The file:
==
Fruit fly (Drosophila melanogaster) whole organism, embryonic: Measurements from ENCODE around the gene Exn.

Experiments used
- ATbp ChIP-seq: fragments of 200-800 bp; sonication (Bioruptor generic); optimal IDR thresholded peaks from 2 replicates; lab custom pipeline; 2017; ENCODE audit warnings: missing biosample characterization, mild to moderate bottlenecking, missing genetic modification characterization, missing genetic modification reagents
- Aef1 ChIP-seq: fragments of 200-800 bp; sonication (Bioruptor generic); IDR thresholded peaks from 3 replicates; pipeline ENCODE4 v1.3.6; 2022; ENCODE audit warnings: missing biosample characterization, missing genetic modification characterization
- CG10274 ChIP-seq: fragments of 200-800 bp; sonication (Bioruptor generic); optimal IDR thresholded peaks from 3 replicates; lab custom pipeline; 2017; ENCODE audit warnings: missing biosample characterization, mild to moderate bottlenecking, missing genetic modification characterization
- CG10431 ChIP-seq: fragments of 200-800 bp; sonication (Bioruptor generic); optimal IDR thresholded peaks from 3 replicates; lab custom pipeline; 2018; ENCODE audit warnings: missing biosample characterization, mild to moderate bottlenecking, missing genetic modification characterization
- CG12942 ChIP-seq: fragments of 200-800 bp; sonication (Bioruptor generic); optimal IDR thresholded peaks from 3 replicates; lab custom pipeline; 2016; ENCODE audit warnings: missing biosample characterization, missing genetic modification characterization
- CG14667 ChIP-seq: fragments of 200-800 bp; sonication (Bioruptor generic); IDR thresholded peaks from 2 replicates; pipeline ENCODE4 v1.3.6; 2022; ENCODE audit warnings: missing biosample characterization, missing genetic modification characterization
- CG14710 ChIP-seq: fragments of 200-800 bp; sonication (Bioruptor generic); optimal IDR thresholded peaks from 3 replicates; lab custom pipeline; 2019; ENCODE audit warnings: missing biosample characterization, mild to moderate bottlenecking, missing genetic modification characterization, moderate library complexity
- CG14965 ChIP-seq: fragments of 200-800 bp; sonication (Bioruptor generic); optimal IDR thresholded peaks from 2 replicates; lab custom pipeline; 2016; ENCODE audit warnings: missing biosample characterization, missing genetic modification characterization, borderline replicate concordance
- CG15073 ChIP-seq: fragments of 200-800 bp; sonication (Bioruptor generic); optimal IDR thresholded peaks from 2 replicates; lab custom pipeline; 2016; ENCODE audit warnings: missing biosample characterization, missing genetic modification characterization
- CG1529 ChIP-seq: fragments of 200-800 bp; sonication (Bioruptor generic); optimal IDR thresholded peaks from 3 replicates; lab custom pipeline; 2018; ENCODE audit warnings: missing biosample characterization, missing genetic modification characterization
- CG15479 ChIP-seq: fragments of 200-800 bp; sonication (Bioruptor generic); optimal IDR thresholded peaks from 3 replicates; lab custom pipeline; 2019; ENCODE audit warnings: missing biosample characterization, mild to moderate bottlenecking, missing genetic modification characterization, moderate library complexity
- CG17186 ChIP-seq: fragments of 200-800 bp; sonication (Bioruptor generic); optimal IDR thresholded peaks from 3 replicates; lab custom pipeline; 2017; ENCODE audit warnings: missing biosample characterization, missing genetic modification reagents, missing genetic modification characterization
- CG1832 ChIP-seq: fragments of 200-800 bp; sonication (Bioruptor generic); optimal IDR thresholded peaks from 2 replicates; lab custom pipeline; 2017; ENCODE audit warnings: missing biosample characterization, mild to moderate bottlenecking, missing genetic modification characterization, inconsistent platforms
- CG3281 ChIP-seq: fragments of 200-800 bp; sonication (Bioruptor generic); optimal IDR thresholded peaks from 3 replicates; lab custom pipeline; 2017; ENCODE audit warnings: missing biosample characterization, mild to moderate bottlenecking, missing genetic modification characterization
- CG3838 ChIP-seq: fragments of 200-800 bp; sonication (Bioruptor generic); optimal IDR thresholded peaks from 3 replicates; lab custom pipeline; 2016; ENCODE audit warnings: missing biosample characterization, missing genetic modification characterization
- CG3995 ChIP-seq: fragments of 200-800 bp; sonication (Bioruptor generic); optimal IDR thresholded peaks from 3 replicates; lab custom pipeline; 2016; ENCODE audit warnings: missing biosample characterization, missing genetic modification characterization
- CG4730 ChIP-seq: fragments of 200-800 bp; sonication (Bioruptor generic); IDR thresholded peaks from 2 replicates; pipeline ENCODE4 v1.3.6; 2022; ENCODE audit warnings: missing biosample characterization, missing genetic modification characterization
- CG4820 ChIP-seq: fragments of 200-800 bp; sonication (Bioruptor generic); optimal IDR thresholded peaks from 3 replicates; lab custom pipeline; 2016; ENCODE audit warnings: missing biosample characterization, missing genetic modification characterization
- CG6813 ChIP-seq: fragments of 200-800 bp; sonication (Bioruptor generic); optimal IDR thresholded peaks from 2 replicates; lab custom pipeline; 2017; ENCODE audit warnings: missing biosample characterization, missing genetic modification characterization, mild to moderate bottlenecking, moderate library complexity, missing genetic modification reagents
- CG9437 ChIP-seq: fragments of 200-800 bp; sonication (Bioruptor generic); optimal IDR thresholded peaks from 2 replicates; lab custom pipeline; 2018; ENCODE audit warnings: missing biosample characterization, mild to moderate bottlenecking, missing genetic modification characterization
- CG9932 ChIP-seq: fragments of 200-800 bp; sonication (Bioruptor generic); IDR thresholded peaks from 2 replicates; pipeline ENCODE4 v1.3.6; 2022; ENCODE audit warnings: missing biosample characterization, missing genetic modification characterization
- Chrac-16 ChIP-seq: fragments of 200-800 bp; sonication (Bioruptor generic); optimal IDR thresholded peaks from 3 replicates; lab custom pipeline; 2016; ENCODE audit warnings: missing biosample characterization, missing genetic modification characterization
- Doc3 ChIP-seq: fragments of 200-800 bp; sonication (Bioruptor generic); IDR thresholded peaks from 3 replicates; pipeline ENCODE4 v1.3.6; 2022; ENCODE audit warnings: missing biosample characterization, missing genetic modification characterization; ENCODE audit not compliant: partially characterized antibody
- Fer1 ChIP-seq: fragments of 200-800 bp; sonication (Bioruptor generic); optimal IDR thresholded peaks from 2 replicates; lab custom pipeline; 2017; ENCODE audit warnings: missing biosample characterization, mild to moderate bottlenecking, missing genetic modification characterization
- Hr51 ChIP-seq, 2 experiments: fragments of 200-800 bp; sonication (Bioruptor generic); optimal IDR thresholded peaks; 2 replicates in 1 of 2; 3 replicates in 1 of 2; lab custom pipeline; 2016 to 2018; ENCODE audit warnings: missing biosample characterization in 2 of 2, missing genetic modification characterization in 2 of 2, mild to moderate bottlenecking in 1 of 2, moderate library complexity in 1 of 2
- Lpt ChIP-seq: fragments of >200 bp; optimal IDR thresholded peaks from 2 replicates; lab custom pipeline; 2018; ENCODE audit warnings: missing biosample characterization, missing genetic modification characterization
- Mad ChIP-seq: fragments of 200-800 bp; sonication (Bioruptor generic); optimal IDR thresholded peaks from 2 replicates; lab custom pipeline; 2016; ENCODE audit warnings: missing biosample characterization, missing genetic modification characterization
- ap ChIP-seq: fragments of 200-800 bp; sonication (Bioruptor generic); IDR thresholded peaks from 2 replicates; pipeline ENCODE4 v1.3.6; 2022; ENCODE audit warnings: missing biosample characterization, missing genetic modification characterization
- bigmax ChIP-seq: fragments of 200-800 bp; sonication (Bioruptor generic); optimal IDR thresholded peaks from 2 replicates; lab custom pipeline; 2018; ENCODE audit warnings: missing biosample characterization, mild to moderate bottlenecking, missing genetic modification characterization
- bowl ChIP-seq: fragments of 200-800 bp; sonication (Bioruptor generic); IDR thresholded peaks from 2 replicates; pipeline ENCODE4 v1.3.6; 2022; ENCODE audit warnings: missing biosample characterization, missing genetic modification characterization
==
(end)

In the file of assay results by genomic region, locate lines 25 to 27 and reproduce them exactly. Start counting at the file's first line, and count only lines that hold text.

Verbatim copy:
- Doc3 ChIP-seq: fragments of 200-800 bp; sonication (Bioruptor generic); IDR thresholded peaks from 3 replicates; pipeline ENCODE4 v1.3.6; 2022; ENCODE audit warnings: missing biosample characterization, missing genetic modification characterization; ENCODE audit not compliant: partially characterized antibody
- Fer1 ChIP-seq: fragments of 200-800 bp; sonication (Bioruptor generic); optimal IDR thresholded peaks from 2 replicates; lab custom pipeline; 2017; ENCODE audit warnings: missing biosample characterization, mild to moderate bottlenecking, missing genetic modification characterization
- Hr51 ChIP-seq, 2 experiments: fragments of 200-800 bp; sonication (Bioruptor generic); optimal IDR thresholded peaks; 2 replicates in 1 of 2; 3 replicates in 1 of 2; lab custom pipeline; 2016 to 2018; ENCODE audit warnings: missing biosample characterization in 2 of 2, missing genetic modification characterization in 2 of 2, mild to moderate bottlenecking in 1 of 2, moderate library complexity in 1 of 2